14 March 2010


14 MARCH 2010. Today the Church celebrates Sunday of the fourth week of Lent. Today's readings are so rich, this space, as well as this author, are entirely inadequate to address them in full. However, there are two points that struck me particularly from today's Gospel reading from Saint Luke--the parable of the prodigal son--which I would like to propose as a Lenten reflection.

It has been said that Jesus' parable of the prodigal son is the most beautiful literary work that human hands have ever penned to paper. I would agree. And, there is a immense richness and many levels at which the parable could be addressed. However, notice the father in the parable, and his proximity to each of his two sons. Then, ask, which son is the prodigal son? These are the two points for reflection that I will explore in this post.

First, the father's proximity to his sons is described twice in today's Gospel. The first description provides for us the scene of the younger son returning from the distant land where he has squandered his inheritance: "While he was still a long way off, his father caught sight of him, and was filled with compassion. He ran to his son, embraced him and kissed him." (Lk 15, 20 NAB) The second description of the father's physical proximity to his sons involves the older son who returns from work in the fields to find the celebration over the younger son's return:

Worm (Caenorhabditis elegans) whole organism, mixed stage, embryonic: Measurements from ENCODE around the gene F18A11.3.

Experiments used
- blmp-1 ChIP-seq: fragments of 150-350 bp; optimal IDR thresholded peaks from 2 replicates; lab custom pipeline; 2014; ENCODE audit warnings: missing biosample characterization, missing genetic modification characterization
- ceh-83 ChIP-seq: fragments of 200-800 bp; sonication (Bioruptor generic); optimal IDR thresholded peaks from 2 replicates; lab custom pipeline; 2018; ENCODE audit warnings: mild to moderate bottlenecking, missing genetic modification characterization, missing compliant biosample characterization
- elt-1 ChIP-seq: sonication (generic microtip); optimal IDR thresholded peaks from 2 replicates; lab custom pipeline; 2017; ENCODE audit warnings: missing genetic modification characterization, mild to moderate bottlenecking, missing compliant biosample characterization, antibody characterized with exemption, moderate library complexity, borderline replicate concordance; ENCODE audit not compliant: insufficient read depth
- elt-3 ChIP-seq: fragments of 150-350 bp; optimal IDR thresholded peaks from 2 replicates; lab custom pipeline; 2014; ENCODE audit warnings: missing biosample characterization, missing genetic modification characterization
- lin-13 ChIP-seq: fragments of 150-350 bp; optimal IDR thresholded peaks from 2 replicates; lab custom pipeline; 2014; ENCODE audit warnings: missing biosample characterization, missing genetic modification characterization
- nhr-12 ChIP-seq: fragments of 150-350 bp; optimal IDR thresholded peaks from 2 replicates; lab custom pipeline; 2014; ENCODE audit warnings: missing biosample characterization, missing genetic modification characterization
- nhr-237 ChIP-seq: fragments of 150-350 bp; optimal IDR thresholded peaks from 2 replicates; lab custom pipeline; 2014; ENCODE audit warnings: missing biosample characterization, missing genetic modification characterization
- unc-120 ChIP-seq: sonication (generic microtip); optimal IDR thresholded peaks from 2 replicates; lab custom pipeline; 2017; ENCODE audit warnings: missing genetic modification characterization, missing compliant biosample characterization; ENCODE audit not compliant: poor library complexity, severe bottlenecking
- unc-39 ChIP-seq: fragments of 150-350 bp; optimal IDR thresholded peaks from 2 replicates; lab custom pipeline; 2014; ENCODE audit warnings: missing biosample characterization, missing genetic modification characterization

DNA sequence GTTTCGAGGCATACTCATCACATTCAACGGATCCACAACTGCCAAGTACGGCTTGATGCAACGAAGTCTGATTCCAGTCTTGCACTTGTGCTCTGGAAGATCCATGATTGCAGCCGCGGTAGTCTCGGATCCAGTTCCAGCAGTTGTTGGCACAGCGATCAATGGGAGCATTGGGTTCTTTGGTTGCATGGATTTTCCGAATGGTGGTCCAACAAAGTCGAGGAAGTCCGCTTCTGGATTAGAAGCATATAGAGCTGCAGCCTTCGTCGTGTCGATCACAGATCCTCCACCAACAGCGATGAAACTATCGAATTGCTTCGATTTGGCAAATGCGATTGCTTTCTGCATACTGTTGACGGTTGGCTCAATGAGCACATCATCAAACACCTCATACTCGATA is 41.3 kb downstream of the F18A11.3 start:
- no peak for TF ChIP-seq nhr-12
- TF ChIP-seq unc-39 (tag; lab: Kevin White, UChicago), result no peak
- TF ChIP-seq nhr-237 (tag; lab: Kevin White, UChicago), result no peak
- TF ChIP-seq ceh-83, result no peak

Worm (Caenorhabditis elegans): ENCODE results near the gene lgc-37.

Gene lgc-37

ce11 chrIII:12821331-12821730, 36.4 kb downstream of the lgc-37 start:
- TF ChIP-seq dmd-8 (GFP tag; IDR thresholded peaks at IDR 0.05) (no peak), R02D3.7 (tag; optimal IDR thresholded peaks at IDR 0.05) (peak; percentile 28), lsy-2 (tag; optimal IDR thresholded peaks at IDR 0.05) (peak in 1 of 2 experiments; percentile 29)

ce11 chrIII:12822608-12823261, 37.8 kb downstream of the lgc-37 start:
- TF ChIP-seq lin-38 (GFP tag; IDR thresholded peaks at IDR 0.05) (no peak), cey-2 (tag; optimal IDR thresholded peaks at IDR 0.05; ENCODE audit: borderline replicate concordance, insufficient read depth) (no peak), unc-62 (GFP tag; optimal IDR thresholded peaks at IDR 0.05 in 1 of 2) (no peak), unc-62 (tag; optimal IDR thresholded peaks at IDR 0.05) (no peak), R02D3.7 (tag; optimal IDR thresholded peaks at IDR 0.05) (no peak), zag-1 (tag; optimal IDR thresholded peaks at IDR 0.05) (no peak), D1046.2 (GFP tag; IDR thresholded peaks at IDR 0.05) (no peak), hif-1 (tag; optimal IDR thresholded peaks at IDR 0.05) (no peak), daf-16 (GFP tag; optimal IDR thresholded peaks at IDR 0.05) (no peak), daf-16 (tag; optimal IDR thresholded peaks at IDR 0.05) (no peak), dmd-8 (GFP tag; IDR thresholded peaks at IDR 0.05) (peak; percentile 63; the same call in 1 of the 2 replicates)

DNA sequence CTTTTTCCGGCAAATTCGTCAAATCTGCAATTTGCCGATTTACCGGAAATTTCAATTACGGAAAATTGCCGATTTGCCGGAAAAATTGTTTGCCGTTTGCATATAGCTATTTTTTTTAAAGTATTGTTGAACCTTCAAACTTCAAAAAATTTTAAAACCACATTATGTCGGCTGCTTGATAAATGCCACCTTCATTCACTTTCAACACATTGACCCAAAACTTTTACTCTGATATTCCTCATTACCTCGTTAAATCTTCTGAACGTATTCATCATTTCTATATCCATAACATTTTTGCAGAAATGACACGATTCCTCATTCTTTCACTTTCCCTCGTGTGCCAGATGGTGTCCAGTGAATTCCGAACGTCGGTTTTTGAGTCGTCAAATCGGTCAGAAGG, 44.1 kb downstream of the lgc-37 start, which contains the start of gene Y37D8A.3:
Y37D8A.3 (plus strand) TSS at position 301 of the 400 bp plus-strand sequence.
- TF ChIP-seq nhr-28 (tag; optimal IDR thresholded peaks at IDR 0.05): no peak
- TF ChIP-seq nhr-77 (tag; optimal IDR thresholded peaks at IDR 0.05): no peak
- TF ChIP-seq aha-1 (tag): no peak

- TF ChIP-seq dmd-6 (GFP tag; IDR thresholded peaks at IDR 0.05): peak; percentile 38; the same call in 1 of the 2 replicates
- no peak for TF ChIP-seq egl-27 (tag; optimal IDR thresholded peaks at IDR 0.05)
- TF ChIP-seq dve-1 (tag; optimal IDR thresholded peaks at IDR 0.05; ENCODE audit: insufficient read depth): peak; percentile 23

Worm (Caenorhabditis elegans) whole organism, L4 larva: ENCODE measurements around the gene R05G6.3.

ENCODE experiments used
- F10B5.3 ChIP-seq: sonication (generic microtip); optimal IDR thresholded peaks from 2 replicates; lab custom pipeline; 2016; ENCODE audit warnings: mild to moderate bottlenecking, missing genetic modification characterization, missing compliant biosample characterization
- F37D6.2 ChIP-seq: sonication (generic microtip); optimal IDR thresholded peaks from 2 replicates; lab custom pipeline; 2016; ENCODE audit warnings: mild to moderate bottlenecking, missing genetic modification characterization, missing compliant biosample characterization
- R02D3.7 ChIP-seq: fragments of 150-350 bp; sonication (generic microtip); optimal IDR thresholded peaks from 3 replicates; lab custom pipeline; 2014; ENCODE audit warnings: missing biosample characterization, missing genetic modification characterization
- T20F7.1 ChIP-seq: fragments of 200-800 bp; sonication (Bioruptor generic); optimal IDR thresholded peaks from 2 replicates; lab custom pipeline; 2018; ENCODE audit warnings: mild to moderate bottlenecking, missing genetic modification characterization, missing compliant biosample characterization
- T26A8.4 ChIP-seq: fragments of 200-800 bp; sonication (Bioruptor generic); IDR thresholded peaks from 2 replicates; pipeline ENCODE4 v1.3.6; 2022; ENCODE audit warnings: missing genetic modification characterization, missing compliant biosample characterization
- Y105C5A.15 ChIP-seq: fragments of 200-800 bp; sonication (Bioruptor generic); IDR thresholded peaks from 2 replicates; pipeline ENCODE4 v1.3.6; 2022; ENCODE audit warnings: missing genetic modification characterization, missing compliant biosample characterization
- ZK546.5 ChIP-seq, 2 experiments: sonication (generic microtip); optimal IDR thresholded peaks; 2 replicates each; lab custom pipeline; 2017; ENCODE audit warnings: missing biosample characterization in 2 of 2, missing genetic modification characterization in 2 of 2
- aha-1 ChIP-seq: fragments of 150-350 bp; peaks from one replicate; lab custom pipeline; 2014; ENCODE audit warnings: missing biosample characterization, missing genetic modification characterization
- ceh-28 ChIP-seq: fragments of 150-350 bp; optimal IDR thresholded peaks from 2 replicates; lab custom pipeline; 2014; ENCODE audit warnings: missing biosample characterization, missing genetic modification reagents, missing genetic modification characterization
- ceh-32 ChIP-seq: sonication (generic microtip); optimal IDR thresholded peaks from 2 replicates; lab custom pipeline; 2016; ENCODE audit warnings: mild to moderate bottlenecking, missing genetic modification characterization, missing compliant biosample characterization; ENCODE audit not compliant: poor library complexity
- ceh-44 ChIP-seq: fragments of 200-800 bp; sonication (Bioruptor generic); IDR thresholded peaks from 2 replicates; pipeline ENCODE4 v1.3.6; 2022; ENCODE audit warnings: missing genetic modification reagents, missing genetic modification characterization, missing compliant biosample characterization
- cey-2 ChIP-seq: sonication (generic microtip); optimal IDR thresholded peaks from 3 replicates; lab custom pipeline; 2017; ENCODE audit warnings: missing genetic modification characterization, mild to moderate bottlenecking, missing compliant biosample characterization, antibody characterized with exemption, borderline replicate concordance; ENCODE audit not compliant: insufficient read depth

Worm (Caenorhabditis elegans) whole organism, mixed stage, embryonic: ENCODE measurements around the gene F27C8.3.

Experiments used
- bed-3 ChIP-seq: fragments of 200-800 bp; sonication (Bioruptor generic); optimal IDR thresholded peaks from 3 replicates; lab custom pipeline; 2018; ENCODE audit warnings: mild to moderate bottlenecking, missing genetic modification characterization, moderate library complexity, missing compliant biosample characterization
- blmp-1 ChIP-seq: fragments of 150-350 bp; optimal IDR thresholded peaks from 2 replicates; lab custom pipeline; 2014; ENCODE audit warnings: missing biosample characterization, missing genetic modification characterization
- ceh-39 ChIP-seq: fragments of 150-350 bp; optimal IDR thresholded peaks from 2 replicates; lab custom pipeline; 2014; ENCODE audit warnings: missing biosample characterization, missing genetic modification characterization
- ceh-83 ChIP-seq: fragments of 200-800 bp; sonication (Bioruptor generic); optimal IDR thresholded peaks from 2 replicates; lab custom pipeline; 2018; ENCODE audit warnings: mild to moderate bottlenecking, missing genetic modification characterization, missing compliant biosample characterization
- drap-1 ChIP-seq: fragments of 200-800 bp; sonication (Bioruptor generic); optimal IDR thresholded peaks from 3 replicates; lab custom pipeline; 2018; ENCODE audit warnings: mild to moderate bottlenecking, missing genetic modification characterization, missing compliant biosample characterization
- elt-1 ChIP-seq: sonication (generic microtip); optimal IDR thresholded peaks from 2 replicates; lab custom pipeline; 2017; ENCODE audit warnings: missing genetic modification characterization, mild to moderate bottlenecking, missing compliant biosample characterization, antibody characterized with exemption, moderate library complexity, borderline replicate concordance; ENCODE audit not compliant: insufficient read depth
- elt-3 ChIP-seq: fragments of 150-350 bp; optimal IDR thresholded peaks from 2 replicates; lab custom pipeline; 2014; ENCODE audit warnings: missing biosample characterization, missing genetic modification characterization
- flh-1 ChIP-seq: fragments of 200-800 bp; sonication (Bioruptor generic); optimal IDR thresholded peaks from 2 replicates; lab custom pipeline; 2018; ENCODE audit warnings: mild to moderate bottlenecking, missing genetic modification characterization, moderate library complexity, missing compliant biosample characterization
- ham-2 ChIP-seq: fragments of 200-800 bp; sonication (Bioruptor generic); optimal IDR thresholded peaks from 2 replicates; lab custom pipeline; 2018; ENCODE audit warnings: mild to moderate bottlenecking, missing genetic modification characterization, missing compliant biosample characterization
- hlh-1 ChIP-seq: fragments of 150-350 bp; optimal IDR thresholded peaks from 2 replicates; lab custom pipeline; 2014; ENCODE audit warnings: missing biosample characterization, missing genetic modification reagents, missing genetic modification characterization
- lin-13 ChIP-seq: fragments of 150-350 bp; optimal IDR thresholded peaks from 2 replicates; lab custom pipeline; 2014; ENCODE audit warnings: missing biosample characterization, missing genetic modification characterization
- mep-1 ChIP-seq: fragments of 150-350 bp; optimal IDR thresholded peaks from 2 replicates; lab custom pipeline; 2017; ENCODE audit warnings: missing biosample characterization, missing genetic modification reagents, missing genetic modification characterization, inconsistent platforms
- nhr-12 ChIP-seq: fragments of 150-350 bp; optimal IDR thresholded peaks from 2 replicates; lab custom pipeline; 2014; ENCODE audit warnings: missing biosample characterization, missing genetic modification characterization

He became angry, and when he refused to enter the house, his father came out and pleaded with him. He said to his father in reply, ‘Look, all these years I served you and not once did I disobey your orders; yet you never gave me even a young goat to feast on with my friends. But when your son returns who swallowed up your property with prostitutes, for him you slaughter the fattened calf.’ He said to him, ‘My son, you are here with me always; everything I have is yours. But now we must celebrate and rejoice, because your brother was dead and has come to life again; he was lost and has been found.’”
(Lk 15, 28-32 NAB) Notice that in both passages the father is described as moving toward his sons. In the first passage, he runs out to the son, "[w]hile he was still a long way off" and in the second passage he "came out" of the house after the older son refused to enter. Consider the depth of this meaning. God our Father is constantly coming to us, making Himself available to the Israelites of the Old Testament and the new people of Israel--those for whom Christ has come to redeem, who is all humanity--at all times. Consider that it was God the Father that sent Christ the Son for our salvation. He came to us and came for us, we did not go to Him. And, consider that the love of Christ, pored out for us in Christ's passion, death and resurrection is continually made available to us, indeed brought to us, by the ministers of Christ's bride, the Church.

Just as the two sons are continually being approached by the father in Jesus' parable, so too are we continually being approached by God! Do we merit this approach of our Lord, Creator of the Universe? Not in our own right, but certainly we do merit God's approach through His love. So, let us rejoice and offer ourselves in thanksgiving for that Holy Love!